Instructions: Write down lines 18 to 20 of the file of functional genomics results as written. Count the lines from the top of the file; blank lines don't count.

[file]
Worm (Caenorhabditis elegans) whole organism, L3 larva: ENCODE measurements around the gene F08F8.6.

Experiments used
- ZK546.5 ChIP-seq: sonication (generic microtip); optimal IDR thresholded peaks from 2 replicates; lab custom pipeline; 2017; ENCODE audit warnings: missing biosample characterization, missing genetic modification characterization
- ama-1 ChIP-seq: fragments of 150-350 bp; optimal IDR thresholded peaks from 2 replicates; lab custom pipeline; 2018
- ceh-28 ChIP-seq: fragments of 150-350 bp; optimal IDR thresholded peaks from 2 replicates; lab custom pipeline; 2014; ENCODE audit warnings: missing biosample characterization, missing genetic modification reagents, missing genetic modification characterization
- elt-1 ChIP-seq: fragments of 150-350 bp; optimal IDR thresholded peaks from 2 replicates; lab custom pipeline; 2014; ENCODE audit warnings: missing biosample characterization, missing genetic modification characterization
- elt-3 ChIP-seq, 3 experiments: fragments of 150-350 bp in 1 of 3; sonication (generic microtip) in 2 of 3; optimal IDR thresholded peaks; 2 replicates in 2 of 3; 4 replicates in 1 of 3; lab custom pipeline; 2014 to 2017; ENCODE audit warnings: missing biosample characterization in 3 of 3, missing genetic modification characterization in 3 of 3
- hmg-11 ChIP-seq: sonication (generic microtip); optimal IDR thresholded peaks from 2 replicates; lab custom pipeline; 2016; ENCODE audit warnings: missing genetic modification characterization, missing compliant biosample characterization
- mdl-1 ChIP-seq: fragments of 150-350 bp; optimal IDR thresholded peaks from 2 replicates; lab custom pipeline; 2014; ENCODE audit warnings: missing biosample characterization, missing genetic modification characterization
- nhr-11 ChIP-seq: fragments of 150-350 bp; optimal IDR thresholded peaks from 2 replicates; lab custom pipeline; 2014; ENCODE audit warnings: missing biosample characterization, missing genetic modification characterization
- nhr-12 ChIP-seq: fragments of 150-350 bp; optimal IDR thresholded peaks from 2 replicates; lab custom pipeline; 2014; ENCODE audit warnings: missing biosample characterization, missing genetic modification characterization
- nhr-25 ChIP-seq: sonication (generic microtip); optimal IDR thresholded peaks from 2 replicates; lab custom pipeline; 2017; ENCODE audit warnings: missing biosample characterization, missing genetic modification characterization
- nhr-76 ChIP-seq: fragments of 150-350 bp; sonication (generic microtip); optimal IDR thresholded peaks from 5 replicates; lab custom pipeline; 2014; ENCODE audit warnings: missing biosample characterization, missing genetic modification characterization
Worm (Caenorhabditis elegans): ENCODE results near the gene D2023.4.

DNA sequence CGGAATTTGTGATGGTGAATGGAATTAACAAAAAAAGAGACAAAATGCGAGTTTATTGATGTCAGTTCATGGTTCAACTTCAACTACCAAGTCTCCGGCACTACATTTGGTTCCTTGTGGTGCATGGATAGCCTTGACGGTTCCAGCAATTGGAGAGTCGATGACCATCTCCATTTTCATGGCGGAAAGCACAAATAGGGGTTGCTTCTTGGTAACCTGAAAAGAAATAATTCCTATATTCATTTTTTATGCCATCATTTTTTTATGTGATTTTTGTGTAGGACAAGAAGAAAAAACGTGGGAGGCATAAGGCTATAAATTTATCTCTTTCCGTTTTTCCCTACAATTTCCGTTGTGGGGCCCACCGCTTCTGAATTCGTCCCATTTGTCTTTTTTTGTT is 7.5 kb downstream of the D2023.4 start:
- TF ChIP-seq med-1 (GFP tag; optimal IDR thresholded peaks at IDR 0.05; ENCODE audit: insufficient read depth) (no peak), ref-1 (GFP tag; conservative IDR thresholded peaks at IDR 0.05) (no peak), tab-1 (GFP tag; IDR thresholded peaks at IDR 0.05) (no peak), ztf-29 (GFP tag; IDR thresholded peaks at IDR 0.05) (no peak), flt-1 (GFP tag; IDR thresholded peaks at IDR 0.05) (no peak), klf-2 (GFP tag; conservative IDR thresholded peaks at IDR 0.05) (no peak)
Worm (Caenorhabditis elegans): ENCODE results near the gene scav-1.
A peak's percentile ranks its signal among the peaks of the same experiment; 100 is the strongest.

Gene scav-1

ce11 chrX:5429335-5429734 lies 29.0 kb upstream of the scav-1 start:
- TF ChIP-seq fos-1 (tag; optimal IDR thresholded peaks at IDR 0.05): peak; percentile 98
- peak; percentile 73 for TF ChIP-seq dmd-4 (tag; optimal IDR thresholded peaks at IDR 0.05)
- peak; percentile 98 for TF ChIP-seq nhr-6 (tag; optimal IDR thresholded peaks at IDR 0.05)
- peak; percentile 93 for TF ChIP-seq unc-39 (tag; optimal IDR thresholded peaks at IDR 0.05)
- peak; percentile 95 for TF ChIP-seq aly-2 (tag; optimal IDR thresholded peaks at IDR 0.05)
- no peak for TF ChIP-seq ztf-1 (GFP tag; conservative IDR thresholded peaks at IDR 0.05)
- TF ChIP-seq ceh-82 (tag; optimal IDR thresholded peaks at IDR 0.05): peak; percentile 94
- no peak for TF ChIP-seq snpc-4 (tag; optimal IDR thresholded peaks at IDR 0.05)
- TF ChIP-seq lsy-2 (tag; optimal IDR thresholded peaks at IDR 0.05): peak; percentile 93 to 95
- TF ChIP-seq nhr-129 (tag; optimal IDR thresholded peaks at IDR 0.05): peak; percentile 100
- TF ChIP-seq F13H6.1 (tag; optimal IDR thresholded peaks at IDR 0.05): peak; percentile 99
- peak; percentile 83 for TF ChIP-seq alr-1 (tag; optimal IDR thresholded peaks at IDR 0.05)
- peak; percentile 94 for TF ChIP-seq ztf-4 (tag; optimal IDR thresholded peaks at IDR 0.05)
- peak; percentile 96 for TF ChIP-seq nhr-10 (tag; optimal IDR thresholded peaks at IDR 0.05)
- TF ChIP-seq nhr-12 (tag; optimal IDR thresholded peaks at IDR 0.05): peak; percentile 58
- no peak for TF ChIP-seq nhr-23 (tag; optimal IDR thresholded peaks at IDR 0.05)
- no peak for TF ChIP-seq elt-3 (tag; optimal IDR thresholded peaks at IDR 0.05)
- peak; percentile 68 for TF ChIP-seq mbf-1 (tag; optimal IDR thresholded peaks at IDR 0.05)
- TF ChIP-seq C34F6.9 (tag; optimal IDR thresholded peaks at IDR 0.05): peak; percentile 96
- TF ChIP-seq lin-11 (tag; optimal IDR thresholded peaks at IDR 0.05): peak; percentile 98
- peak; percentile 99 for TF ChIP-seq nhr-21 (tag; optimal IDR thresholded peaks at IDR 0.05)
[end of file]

A peak's percentile ranks its signal among the peaks of the same experiment; 100 is the strongest.

Gene scav-1

ce11 chrX:5429335-5429734 lies 29.0 kb upstream of the scav-1 start: